China enacted a landmark Encryption Law, which became effective in January 2020. It enhanced China’s commitment to providing information security and national security. The law splits Encryption into three separate groups: Core Encryption, Common Encryption and Commercial Encryption. The Core and Common Encryption are used to protect all state secrets needed to ensure the security of the country, while Commercial encryption is used to protect trade secrets. In previous regulations, entities and individuals were not allowed to use commercial encryption products that were foreign-produced and were limited to approved encryption products manufactured in China. The Encryption Law indicates that China is open to foreign commercial encryption products, though their use may still be subject to control requirements. The law governs the import and export of commercial encryption that may pose a threat to national security or the general public interest.
Prior to this law, the Cybersecurity Law of the People’s Republic of China (Cybersecurity Law), which had been effective since June 2017, covered various aspects of network security and set the tone for cybersecurity regulatory regime in China. The Cybersecurity Law applied to operators and service providers of networks (Network Operators) and companies in critical sectors such as energy, finance and public service (Critical Information Infrastructure). Companies were defined as Critical Information Infrastructure if their destruction or data leakage would result in severe damage to state security. The Network Operators were therefore required to ensure Network Security and Personal Data protection with measures including implementation of security protocols, adoption of appropriate technological measures, obtaining consent before collecting personal data, and explicitly stating the means of collection and use of personal data.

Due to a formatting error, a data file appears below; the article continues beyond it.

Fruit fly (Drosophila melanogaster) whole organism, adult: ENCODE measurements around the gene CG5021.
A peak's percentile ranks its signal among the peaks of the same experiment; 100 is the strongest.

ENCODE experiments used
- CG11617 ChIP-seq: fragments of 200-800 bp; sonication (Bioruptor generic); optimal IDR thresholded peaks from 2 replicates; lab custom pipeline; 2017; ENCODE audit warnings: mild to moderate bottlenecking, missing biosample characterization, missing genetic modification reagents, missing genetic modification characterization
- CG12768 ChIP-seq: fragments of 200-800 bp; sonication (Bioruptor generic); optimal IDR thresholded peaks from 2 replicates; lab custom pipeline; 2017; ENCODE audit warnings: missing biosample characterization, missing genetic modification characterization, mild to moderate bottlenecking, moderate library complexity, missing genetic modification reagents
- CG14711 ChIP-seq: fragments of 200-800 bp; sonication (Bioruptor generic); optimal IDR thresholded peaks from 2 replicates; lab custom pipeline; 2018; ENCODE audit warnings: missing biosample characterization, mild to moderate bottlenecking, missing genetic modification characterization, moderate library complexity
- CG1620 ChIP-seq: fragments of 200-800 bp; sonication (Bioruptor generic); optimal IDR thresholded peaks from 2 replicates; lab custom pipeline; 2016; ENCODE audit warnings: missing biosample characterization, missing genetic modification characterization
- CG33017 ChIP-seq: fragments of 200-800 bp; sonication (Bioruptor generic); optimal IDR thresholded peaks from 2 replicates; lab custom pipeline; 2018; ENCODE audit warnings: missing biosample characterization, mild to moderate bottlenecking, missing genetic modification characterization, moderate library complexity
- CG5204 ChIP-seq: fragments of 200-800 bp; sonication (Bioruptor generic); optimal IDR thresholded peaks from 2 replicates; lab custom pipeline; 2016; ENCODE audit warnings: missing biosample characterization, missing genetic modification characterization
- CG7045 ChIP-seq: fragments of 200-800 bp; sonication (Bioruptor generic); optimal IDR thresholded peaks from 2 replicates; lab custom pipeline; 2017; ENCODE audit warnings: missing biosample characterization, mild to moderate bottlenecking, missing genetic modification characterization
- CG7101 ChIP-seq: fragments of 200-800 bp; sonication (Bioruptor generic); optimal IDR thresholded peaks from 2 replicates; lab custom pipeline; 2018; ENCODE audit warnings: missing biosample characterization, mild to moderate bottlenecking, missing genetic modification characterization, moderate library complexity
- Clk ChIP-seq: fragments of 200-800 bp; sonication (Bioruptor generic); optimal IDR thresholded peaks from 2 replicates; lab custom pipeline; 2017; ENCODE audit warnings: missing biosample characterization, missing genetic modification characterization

Several jurisdictions in Asia and Africa have adopted data protection legislation, including Kenya, Nigeria, Thailand, Indonesia, and New Zealand. Kenya’s Data Protection Act, which was signed into law in November 2019, has emerged as leading legislation on the continent of Africa. The legislation aligns with EU’s General Data Protection Regulation intending to safeguard collection and handling of data by governments and organizations. Any violation of the new law will be investigated by an independent office, and the violator will face a fine of up to $29,000 or two years in prison. Kenya’s Data Protection Act has been pivotal in attracting investments from foreign technology companies. Amazon recently announced that it will set up part of its cloud infrastructure in Kenya in 2020.
Latin America and the Caribbean countries have also been impacted by the overhaul of data protection rules and legislations all around the globe. Local administrations have strengthened their respective legislations and designed programs to bring their security and privacy framework closer to current standards. Several jurisdictions have adopted data protection legislation, including Brazil, Barbados, the Cayman Islands, and Jamaica.
Wilson Consulting Group (WCG) is an innovative global cyber security consulting firm. We offer cyber security assessment, IT governance, cloud computting, risk management, penetration testing, and vulnerability assessment services to evaluate any threats that your organization may face and provide solutions to combat them. WCG recognizes that Security and Compliance within the cybersecurity realm is a top priority for businesses. We offer services to ensure a company’s understanding of and compliance with Regulatory and Privacy laws.